In an opinion handed down this day in Hurlburt v. Fidelity Window Cleaning Co., 192 Pa. Superior Ct. 152, 160 A.2d 251, we restated the legal principles which govern cases of this nature. Claimant has the burden to prove all of the elements necessary to support an award. We must view the evidence in the light most favorable to the party having the board's decision. Where the board has made a determination against the party having the burden of proof, the question before the court on appeal is whether the board's findings of fact are consistent with each other and with its conclusions of law, and can be sustained without a capricious disregard of the competent evidence. It was for the board as the final fact finding body to determine from all the evidence whether claimant had sustained the burden resting upon her, and its finding that she had not is a pure finding of fact. As pointed out by Judge WOODSIDE in Chuplis v. Steve Shalamanda Coal Co., 192 Pa. Superior Ct. 76, 159 A.2d 520, it is the prerogative of the board, and not the court, to weigh the testimony of the witnesses, and the board is not

[ 192 Pa. Super. Page 164]

    required to accept even uncontradicted testimony as true. In the light of these well-established principles, we perceive no error in the decision of the court below. There is no material inconsistency in the findings and conclusions of the board in the instant case, nor is there a capricious disregard of competent evidence. We adopt the following excerpt from the well-considered opinion of President Judge HAGAN:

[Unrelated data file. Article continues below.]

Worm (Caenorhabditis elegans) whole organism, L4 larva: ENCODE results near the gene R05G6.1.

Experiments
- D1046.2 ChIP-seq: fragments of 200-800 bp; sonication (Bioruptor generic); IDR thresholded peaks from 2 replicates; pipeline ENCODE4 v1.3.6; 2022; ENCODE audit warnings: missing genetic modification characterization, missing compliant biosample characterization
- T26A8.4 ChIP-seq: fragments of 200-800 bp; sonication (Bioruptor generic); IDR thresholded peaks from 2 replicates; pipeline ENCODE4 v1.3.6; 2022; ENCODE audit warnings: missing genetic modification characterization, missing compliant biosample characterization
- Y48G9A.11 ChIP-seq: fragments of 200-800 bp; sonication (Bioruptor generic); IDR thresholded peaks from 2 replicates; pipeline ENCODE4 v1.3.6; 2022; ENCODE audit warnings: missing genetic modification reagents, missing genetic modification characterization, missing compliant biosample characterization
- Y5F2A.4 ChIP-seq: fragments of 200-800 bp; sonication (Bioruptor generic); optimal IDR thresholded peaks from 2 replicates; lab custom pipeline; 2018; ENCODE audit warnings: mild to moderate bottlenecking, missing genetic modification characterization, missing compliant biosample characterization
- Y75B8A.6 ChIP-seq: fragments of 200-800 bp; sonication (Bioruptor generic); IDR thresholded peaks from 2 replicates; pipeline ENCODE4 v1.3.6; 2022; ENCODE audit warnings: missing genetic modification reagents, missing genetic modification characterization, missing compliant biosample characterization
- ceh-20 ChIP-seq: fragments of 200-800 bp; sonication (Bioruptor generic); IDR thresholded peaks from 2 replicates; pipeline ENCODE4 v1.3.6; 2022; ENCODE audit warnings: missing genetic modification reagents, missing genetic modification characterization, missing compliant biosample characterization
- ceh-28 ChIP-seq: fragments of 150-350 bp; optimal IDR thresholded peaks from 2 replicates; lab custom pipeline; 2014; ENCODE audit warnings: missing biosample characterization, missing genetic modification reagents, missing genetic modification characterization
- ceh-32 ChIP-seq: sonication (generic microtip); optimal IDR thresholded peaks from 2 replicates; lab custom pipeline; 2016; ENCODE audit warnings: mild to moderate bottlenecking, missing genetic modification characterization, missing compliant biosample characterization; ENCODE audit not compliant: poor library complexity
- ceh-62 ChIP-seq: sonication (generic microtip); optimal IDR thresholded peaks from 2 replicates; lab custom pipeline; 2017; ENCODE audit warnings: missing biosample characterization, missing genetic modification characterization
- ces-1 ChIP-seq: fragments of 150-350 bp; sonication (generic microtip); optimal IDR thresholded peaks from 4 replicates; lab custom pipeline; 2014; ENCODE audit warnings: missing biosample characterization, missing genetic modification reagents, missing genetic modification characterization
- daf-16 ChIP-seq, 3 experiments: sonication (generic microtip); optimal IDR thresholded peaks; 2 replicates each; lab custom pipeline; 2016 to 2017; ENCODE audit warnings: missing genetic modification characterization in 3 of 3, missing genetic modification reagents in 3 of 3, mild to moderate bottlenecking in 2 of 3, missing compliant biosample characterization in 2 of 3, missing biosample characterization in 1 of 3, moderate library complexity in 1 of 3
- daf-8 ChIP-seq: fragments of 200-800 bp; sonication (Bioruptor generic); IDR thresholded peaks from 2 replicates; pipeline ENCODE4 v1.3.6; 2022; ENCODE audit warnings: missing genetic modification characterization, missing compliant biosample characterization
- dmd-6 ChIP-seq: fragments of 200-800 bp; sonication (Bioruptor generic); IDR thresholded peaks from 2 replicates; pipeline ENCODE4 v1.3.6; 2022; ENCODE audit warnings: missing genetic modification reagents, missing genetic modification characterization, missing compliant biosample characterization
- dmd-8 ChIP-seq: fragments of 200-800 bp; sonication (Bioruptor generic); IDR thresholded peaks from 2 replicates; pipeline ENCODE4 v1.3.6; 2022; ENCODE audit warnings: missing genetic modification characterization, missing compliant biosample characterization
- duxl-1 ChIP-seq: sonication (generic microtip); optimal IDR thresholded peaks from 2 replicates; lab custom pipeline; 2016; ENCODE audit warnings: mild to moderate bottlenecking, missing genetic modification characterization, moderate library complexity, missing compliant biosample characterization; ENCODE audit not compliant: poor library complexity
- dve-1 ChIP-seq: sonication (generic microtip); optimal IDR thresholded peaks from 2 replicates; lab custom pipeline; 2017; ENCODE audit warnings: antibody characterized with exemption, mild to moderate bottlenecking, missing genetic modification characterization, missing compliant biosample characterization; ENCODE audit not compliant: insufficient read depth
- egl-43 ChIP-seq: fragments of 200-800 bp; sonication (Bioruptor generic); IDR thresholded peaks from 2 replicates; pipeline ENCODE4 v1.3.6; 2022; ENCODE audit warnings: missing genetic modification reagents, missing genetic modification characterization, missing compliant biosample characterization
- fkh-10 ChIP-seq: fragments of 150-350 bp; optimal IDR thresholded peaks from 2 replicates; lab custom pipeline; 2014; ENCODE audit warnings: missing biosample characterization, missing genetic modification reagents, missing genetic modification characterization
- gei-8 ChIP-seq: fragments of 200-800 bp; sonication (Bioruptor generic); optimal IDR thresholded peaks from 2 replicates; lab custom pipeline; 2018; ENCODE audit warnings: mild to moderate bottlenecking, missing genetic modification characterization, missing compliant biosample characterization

"Claimant's case was based upon the testimony of one Colonel Whitpain and a Mr. Wiley. On direct examination Colonel Whitpain testified that he was President of Philadelphia Derrick & Salvage Corporation; that the decedent was an employe of Philadelphia Derrick in the capacity of consultant; and that the decedent was sent by Whitpain, his superior, to Havre de Grace Shipyard on the business of Philadelphia Derrick. Wiley testified on direct examination that he was General Manager of Havre de Grace Shipyard; that the decedent came to the yard on June 7, 1958; that on the afternoon of the 7th and the following day, June 8th, he and the decedent discussed the business of Philadelphia Derrick; and that on June 8, 1958, the decedent's car was heading back toward Philadelphia when it crossed over the medical strip and hit another car, causing his death.

"On direct examination Whitpain was positive that the decedent had no interest in Philadelphia Derrick other than as a $350.00 a month employee; and Wiley was equally as positive that the decedent was at the shipyard solely on Philadelphia Derrick's business and that decedent had no interest in the shipyard.